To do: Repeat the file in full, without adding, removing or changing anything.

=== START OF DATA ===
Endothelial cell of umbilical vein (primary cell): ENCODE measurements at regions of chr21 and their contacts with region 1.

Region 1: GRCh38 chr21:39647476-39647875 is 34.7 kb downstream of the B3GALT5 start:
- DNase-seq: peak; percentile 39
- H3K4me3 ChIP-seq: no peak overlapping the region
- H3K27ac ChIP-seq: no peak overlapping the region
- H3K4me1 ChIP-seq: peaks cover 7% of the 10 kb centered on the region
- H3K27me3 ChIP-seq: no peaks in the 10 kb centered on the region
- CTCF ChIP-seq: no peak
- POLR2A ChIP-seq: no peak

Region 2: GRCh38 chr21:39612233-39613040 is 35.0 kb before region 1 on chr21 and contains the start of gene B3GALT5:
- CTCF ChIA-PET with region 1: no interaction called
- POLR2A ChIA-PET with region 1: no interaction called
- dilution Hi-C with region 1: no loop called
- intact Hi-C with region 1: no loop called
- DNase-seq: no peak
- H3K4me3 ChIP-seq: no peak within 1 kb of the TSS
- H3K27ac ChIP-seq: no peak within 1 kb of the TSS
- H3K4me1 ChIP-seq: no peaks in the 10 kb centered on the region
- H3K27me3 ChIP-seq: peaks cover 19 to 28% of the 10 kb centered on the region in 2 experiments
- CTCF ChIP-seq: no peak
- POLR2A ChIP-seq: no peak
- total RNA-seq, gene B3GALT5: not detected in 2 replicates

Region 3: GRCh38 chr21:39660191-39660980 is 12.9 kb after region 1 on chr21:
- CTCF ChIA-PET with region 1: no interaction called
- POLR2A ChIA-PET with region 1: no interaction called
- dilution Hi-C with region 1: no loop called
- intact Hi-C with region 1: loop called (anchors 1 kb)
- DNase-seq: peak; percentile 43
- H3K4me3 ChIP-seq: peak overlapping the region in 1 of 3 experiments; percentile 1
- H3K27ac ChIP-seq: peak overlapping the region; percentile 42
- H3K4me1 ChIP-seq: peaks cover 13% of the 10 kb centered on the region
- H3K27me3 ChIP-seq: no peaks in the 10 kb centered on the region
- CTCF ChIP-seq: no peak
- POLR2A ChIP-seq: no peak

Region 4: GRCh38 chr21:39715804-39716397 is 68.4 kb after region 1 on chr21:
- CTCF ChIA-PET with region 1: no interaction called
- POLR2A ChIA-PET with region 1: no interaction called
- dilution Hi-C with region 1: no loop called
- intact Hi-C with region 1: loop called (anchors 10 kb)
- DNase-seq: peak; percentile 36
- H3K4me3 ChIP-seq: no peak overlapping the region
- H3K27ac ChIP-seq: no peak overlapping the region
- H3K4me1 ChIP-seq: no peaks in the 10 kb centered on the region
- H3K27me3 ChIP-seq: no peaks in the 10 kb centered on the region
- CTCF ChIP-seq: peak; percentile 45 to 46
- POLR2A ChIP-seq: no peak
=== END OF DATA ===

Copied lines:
Endothelial cell of umbilical vein (primary cell): ENCODE measurements at regions of chr21 and their contacts with region 1.

Region 1: GRCh38 chr21:39647476-39647875 is 34.7 kb downstream of the B3GALT5 start:
- DNase-seq: peak; percentile 39
- H3K4me3 ChIP-seq: no peak overlapping the region
- H3K27ac ChIP-seq: no peak overlapping the region
- H3K4me1 ChIP-seq: peaks cover 7% of the 10 kb centered on the region
- H3K27me3 ChIP-seq: no peaks in the 10 kb centered on the region
- CTCF ChIP-seq: no peak
- POLR2A ChIP-seq: no peak

Region 2: GRCh38 chr21:39612233-39613040 is 35.0 kb before region 1 on chr21 and contains the start of gene B3GALT5:
- CTCF ChIA-PET with region 1: no interaction called
- POLR2A ChIA-PET with region 1: no interaction called
- dilution Hi-C with region 1: no loop called
- intact Hi-C with region 1: no loop called
- DNase-seq: no peak
- H3K4me3 ChIP-seq: no peak within 1 kb of the TSS
- H3K27ac ChIP-seq: no peak within 1 kb of the TSS
- H3K4me1 ChIP-seq: no peaks in the 10 kb centered on the region
- H3K27me3 ChIP-seq: peaks cover 19 to 28% of the 10 kb centered on the region in 2 experiments
- CTCF ChIP-seq: no peak
- POLR2A ChIP-seq: no peak
- total RNA-seq, gene B3GALT5: not detected in 2 replicates

Region 3: GRCh38 chr21:39660191-39660980 is 12.9 kb after region 1 on chr21:
- CTCF ChIA-PET with region 1: no interaction called
- POLR2A ChIA-PET with region 1: no interaction called
- dilution Hi-C with region 1: no loop called
- intact Hi-C with region 1: loop called (anchors 1 kb)
- DNase-seq: peak; percentile 43
- H3K4me3 ChIP-seq: peak overlapping the region in 1 of 3 experiments; percentile 1
- H3K27ac ChIP-seq: peak overlapping the region; percentile 42
- H3K4me1 ChIP-seq: peaks cover 13% of the 10 kb centered on the region
- H3K27me3 ChIP-seq: no peaks in the 10 kb centered on the region
- CTCF ChIP-seq: no peak
- POLR2A ChIP-seq: no peak

Region 4: GRCh38 chr21:39715804-39716397 is 68.4 kb after region 1 on chr21:
- CTCF ChIA-PET with region 1: no interaction called
- POLR2A ChIA-PET with region 1: no interaction called
- dilution Hi-C with region 1: no loop called
- intact Hi-C with region 1: loop called (anchors 10 kb)
- DNase-seq: peak; percentile 36
- H3K4me3 ChIP-seq: no peak overlapping the region
- H3K27ac ChIP-seq: no peak overlapping the region
- H3K4me1 ChIP-seq: no peaks in the 10 kb centered on the region
- H3K27me3 ChIP-seq: no peaks in the 10 kb centered on the region
- CTCF ChIP-seq: peak; percentile 45 to 46
- POLR2A ChIP-seq: no peak